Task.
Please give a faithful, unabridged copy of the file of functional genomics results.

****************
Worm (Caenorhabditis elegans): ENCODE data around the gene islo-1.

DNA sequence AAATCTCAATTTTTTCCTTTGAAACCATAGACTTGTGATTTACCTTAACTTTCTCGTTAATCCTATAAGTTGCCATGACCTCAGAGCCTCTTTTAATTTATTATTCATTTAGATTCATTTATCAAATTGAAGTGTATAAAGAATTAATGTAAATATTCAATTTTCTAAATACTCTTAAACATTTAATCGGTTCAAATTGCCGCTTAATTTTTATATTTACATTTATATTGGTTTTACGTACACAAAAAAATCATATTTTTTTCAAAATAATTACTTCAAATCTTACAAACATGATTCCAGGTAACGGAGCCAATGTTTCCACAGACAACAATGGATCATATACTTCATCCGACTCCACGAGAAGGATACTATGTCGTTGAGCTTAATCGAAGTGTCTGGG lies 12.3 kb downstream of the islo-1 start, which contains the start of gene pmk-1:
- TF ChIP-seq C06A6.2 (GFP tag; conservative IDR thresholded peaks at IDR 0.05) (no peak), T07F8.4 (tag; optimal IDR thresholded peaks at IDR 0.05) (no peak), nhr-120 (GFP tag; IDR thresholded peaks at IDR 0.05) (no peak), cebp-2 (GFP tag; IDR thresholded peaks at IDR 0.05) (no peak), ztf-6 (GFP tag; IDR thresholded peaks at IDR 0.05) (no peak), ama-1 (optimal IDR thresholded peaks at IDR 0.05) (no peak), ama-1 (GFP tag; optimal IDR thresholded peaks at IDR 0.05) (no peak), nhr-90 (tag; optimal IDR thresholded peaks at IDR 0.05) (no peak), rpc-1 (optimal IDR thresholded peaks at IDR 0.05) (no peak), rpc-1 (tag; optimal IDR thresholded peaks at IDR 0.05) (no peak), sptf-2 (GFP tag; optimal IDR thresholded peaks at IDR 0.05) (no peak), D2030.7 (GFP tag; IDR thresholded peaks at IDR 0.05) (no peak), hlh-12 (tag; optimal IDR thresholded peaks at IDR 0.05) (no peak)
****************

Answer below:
Worm (Caenorhabditis elegans): ENCODE data around the gene islo-1.

DNA sequence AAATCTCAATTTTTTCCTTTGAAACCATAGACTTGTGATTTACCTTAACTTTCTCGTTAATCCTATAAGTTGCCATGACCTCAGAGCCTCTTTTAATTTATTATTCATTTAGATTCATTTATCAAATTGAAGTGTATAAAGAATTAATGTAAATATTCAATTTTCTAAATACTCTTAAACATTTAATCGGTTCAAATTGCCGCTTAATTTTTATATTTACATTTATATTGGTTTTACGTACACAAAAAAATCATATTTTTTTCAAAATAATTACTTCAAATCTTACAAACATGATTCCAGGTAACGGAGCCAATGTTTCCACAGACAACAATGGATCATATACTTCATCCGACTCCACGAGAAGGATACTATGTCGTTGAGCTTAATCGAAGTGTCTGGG lies 12.3 kb downstream of the islo-1 start, which contains the start of gene pmk-1:
- TF ChIP-seq C06A6.2 (GFP tag; conservative IDR thresholded peaks at IDR 0.05) (no peak), T07F8.4 (tag; optimal IDR thresholded peaks at IDR 0.05) (no peak), nhr-120 (GFP tag; IDR thresholded peaks at IDR 0.05) (no peak), cebp-2 (GFP tag; IDR thresholded peaks at IDR 0.05) (no peak), ztf-6 (GFP tag; IDR thresholded peaks at IDR 0.05) (no peak), ama-1 (optimal IDR thresholded peaks at IDR 0.05) (no peak), ama-1 (GFP tag; optimal IDR thresholded peaks at IDR 0.05) (no peak), nhr-90 (tag; optimal IDR thresholded peaks at IDR 0.05) (no peak), rpc-1 (optimal IDR thresholded peaks at IDR 0.05) (no peak), rpc-1 (tag; optimal IDR thresholded peaks at IDR 0.05) (no peak), sptf-2 (GFP tag; optimal IDR thresholded peaks at IDR 0.05) (no peak), D2030.7 (GFP tag; IDR thresholded peaks at IDR 0.05) (no peak), hlh-12 (tag; optimal IDR thresholded peaks at IDR 0.05) (no peak)